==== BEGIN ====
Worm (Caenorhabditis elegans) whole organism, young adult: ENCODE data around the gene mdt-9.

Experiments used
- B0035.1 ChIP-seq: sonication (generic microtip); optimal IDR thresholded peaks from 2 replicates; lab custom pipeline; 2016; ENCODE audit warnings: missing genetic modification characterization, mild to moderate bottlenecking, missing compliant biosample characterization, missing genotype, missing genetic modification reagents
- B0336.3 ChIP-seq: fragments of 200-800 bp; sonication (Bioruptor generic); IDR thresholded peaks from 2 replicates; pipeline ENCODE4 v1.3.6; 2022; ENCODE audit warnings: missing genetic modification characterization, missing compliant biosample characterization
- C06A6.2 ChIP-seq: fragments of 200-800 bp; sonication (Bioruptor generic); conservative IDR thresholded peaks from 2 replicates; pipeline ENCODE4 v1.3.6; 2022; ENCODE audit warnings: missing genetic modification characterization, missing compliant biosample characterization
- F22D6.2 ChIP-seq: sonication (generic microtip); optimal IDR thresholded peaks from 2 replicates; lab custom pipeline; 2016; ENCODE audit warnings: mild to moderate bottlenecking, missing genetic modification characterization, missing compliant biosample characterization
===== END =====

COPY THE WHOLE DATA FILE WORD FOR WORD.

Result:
Worm (Caenorhabditis elegans) whole organism, young adult: ENCODE data around the gene mdt-9.

Experiments used
- B0035.1 ChIP-seq: sonication (generic microtip); optimal IDR thresholded peaks from 2 replicates; lab custom pipeline; 2016; ENCODE audit warnings: missing genetic modification characterization, mild to moderate bottlenecking, missing compliant biosample characterization, missing genotype, missing genetic modification reagents
- B0336.3 ChIP-seq: fragments of 200-800 bp; sonication (Bioruptor generic); IDR thresholded peaks from 2 replicates; pipeline ENCODE4 v1.3.6; 2022; ENCODE audit warnings: missing genetic modification characterization, missing compliant biosample characterization
- C06A6.2 ChIP-seq: fragments of 200-800 bp; sonication (Bioruptor generic); conservative IDR thresholded peaks from 2 replicates; pipeline ENCODE4 v1.3.6; 2022; ENCODE audit warnings: missing genetic modification characterization, missing compliant biosample characterization
- F22D6.2 ChIP-seq: sonication (generic microtip); optimal IDR thresholded peaks from 2 replicates; lab custom pipeline; 2016; ENCODE audit warnings: mild to moderate bottlenecking, missing genetic modification characterization, missing compliant biosample characterization